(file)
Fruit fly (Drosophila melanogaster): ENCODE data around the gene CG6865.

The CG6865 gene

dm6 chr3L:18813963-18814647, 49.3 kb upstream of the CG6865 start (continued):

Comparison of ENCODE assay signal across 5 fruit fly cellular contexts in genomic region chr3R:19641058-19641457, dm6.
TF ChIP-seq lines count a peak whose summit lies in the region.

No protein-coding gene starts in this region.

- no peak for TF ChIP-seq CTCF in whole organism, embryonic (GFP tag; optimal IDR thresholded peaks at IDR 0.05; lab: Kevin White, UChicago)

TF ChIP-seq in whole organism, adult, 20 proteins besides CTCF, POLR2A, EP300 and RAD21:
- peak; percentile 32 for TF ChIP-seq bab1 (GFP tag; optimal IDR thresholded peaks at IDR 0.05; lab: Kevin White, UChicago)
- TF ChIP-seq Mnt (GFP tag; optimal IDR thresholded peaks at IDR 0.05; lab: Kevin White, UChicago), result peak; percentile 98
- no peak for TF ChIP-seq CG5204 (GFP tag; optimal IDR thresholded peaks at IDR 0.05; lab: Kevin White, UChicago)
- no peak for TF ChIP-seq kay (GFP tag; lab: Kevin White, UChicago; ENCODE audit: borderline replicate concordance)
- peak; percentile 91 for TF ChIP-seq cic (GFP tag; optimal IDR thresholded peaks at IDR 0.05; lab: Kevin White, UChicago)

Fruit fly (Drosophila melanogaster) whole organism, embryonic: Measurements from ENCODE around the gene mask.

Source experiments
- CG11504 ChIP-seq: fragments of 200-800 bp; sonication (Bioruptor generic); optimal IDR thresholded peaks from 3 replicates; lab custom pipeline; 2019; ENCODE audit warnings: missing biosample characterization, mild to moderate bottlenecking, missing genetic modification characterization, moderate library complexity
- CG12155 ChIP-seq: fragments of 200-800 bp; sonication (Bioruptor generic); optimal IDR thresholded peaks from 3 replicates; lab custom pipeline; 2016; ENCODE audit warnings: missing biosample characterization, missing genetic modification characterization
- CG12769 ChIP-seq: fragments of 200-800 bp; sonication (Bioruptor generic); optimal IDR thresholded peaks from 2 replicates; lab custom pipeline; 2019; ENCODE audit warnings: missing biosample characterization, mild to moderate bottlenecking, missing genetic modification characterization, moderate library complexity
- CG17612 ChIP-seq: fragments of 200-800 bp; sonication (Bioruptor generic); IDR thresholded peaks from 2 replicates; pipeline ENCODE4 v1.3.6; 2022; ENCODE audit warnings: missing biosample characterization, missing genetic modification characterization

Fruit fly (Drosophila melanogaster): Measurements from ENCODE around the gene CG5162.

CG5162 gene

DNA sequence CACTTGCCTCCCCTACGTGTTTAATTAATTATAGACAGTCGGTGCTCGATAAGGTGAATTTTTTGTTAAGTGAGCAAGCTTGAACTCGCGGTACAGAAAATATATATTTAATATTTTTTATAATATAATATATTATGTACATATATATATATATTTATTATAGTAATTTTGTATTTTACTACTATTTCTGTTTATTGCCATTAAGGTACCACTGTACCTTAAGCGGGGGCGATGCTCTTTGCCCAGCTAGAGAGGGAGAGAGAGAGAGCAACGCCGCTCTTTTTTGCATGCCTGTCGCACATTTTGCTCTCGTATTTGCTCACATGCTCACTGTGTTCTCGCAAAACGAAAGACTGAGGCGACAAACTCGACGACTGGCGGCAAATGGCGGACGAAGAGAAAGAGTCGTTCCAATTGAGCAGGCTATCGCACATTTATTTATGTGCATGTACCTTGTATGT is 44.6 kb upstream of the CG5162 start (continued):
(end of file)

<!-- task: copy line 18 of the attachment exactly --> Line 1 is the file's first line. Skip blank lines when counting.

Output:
- CG12769 ChIP-seq: fragments of 200-800 bp; sonication (Bioruptor generic); optimal IDR thresholded peaks from 2 replicates; lab custom pipeline; 2019; ENCODE audit warnings: missing biosample characterization, mild to moderate bottlenecking, missing genetic modification characterization, moderate library complexity